NJSGA Inducting Class of 2020 and 2021

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Marian Castner

This November, the New Jersey State Golf Association celebrates both its 2020 and 2021 Hall of Fame classes in a ceremony at Galloping Hill Golf Course in Kenilworth, home of the NJSGA’s headquarters. Due to the COVID-19 pandemic, the 2020 reception was delayed and now the pair of star-studded NJSGA Hall of Fame classes.

Established in 2018, the mission of the NJSGA Hall of Fame is to honor New Jersey’s finest amateur and professional golf competitors, as well as those who have made outstanding contributions in other areas of golf such as architects, journalists, superintendents, mentors, volunteers and others. The Hall of Fame recognizes men and women who, as New Jersey natives or residents at their time of achievement, have impacted New Jersey golf and/or have made extraordinary contributions to the game through competitive and non-competitive accomplishments. 

A look at the Class of 2020: 

Leighton Calkins (1868-1955) 

The first handicap system in the United States dates back more than a century, and it was Leighton Calkins of Plainfield Country Club who created it. 

In 1904, Calkins — who later served as the mayor of Plainfield from 1915 through 1920 — unveiled a new handicapping concept, which adapted the British system of averaging the three best scores, in a work titled “A System for Club Handicapping.” Before taking the system to the USGA, Calkins tested his ideas, first at Plainfield Country Club and then on larger platforms with the NJSGA and the Metropolitan Golf Association. 

At a meeting on October 11, 1911, at the Baltusrol Golf Club in Springfield, the USGA adopted a modified form of Calkins’ system, which essentially became the first USGA Handicap System. 

Several of Calkins’ visionary concepts survive to this day. He was adamant in insisting that each club “have a Handicap Committee which is willing to work.” Calkins also introduced the concept of a par rating, which later became known as the USGA Course Rating, the baseline from which all players would receive strokes. 

Calkins served as a member of the USGA Executive Committee, chairman of the Handicap Committee for both the NJSGA and MGA, and served a two-year term as president of the NJSGA in 1907-08. 

Michael Cestone (1904-1988) 

Playing out of Branch Brook Golf Course (now Hendricks Field) in Belleville, as well as Jumping Brook, Crestmont, and Forsgate, Cestone was one of the most successful amateurs in state history. In 1960, when he won the U.S. Senior Amateur, he became only the second New Jersey-born player to win a USGA championship (the 1933 U.S. Amateur Champion, George Dunlap, was the first). To this day, he remains one of few native-New Jerseyans to win a USGA title.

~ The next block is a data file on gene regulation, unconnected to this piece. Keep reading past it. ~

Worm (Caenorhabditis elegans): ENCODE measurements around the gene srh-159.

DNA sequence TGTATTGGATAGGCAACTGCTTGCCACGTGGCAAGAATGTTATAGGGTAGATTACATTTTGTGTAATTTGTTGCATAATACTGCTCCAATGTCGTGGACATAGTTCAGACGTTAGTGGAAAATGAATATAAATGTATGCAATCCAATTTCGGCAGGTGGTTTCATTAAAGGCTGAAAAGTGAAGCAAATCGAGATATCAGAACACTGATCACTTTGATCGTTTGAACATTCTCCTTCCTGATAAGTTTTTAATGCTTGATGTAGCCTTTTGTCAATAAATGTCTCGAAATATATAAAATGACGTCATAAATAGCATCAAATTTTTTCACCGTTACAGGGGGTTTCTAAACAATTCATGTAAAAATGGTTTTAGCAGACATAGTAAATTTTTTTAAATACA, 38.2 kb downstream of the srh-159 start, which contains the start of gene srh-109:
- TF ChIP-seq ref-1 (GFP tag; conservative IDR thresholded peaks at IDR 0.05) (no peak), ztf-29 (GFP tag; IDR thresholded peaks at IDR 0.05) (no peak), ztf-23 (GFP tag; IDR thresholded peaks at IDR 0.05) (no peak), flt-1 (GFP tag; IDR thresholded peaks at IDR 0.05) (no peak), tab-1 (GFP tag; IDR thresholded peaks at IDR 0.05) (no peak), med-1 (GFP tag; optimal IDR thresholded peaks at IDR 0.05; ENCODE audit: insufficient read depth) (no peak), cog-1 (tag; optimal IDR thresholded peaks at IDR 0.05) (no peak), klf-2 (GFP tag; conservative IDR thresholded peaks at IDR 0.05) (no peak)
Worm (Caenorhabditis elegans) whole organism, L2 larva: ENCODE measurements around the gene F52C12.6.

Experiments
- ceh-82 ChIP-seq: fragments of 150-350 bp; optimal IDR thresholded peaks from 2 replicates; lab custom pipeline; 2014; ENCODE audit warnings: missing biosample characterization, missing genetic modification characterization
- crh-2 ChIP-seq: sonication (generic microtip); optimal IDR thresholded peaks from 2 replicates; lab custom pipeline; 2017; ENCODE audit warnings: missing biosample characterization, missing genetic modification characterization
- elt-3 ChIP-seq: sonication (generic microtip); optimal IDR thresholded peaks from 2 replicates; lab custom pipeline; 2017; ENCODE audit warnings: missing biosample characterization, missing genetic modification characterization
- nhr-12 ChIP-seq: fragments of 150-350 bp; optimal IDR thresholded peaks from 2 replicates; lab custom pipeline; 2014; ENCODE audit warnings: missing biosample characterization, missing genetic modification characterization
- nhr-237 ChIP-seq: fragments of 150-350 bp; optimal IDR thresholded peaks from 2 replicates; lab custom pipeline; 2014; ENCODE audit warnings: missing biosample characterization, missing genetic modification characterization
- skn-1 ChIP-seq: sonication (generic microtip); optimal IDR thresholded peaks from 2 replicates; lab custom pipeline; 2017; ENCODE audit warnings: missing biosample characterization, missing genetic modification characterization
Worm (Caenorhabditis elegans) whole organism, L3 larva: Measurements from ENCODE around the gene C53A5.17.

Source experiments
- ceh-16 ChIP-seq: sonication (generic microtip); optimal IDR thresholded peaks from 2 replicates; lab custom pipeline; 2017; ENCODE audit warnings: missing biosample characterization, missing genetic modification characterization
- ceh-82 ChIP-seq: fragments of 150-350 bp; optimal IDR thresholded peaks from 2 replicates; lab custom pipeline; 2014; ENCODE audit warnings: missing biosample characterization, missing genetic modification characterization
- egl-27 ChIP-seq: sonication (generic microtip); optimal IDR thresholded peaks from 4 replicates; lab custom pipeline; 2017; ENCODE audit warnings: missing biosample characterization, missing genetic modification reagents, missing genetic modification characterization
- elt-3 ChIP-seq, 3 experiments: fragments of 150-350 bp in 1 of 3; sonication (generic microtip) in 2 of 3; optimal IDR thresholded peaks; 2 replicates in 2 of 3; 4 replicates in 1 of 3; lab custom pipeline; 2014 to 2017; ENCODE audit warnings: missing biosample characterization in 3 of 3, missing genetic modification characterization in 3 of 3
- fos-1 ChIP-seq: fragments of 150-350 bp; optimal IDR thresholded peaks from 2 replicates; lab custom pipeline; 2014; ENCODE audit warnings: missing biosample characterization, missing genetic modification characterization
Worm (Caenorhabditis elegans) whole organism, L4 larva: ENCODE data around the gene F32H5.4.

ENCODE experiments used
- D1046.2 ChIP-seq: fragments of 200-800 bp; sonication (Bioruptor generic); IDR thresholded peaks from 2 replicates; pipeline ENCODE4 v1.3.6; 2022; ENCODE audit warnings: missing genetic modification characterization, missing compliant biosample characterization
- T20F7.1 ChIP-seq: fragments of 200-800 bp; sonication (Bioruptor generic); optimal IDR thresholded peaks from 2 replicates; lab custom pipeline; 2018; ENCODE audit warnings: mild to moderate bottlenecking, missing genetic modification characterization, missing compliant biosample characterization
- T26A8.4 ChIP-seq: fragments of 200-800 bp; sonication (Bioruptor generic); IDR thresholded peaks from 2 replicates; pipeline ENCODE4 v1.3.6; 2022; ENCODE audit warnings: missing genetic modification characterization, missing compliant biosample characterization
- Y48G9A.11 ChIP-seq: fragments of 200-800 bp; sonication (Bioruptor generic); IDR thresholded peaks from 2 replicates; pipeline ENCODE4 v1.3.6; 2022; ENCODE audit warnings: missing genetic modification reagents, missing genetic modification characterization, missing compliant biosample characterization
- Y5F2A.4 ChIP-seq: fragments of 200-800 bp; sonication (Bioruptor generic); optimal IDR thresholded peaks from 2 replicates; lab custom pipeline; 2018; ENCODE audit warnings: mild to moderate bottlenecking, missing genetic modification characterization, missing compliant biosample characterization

His local championships included the NJSGA Caddie (1923), NJPGO Public Links (1938), and NJSGA Senior Amateur (1960, ’63) Championships. Other titles included the Met Amateur (1941), the Met Public Links (1937), the Met Senior Amateur (1960), four NJSGA Four-Ball triumphs with four different partners (1935, ’37, ’38, ’47), six NJSGA Father and Son titles (with son Michael in 1949, ’50, ’56, ’59 and with son Alan in 1953, and ’60), four runner-up finishes in the NJSGA Amateur (1938, '43, '44, '45), and one runner-up in the NJSGA Open (1944 to Hall of Famer Vic Ghezzi). He also was a member of six winning NJSGA Stoddard Trophy teams. 

A postman by trade, it was typical for him to play five rounds of golf every weekend, not to mention 18 holes at Branch Brook each weekday when he was finished with his mail route. 

His greatest year was 1960 when, at age 56, the resident of Upper Montclair won the NJSGA Senior Amateur, the Met Senior Amateur and the U.S. Senior Amateur – an unmatched triple. He won the championship match of the U.S. Senior in dramatic fashion, needing 20 holes at the Oyster Harbors Club on Cape Cod to claim victory. 

Sherry Herman 

Longtime New Jersey resident Sherry Herman is one of the most prolific golfers in the history of New Jersey. She is one of the few from the Garden State to win a USGA championship, having claimed victory at age 51 in the 2009 U.S. Senior Women’s Amateur at The Homestead’s Cascades Course in Virginia.

Locally, Herman is a five-time NJSGA Women’s Amateur champion (1995, ’96, ’97, ’98 and 2009); the four consecutive championships (’95-’98) make her the only female player in NJSGA history to win as many women’s titles in succession. She also won the 2008 NJSGA Women’s Senior Championship, as well as two NJSGA Four-Ball Championships (with Helen Bernstein in 2014 and 2016).

Herman has played in a total of 32 USGA championships. Her highlights in USGA play include a pair of semifinal appearances in the U.S. Women’s Mid-Amateur (1994 and 2001), reaching the quarterfinals of the U.S. Senior Women’s Amateur in 2010 and the Round of 32 in the U.S. Women’s Amateur in 2001. Herman twice represented New Jersey in the U.S. Women’s State Team Championship in 1995 and 2001; she claimed individual medalist honors in her second State Team appearance.